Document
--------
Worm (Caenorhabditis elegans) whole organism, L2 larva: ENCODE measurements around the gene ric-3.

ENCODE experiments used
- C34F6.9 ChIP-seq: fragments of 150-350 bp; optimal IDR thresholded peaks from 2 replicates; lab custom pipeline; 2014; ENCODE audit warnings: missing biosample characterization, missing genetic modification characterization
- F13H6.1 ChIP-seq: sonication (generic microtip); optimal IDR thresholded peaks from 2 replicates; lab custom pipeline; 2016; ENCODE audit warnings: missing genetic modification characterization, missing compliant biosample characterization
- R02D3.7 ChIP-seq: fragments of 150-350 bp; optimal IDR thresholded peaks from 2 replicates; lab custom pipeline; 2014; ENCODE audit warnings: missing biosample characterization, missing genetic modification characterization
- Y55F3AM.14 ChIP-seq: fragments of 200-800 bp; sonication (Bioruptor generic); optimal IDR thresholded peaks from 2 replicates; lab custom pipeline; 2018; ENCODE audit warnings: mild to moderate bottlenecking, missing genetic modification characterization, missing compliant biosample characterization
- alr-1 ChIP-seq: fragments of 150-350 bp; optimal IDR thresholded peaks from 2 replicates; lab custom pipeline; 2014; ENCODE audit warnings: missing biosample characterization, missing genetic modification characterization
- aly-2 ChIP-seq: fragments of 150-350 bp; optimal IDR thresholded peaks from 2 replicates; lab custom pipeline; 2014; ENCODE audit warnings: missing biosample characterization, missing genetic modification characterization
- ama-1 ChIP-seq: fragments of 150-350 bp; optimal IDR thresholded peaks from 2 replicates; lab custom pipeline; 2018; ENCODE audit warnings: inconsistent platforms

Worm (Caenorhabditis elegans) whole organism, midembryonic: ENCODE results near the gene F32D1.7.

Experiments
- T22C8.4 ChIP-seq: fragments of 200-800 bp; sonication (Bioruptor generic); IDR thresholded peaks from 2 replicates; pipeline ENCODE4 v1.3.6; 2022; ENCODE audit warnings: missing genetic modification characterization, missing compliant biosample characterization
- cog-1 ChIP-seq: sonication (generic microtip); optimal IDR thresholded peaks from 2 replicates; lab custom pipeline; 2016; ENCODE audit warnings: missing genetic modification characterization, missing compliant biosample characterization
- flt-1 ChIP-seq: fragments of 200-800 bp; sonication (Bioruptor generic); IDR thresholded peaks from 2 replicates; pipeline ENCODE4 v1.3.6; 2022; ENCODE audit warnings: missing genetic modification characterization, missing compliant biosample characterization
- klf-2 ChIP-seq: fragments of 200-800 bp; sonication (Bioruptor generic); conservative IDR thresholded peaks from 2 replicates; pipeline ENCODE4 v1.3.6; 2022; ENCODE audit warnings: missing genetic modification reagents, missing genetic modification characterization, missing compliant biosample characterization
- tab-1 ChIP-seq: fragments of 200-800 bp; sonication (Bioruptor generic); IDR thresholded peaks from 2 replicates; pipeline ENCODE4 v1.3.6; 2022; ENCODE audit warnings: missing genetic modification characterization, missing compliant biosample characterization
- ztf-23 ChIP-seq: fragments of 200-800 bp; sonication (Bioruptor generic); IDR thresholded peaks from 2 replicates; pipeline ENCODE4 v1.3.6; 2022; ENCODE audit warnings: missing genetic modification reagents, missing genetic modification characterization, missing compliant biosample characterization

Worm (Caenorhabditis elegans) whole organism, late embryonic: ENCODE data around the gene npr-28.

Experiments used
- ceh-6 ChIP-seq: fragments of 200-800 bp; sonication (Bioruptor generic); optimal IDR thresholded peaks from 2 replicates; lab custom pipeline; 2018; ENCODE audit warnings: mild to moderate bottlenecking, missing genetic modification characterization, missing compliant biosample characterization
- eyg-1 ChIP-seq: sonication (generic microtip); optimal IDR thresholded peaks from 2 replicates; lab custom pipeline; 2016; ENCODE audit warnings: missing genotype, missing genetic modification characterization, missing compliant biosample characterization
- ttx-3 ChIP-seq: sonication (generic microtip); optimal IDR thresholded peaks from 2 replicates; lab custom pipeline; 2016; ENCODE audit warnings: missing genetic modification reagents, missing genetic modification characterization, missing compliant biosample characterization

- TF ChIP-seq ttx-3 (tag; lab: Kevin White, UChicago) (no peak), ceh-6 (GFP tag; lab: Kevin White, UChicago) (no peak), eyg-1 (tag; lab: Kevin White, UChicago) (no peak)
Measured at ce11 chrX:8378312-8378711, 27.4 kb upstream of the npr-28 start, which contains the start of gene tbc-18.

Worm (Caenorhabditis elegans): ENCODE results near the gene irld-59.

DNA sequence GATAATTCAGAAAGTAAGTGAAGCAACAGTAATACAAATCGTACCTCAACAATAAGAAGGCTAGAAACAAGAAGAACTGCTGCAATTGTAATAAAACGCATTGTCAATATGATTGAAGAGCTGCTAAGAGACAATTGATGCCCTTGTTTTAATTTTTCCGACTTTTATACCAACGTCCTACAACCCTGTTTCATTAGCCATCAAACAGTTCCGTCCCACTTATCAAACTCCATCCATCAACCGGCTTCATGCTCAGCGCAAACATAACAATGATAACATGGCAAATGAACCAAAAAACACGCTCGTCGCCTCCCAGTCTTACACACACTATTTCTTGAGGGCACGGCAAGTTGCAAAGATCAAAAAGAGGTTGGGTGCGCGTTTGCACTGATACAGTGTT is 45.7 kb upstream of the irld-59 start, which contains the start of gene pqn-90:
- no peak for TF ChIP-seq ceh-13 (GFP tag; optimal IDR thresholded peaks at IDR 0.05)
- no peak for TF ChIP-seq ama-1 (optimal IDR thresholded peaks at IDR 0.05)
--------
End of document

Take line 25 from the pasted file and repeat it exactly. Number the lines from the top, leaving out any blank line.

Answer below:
Worm (Caenorhabditis elegans): ENCODE results near the gene irld-59.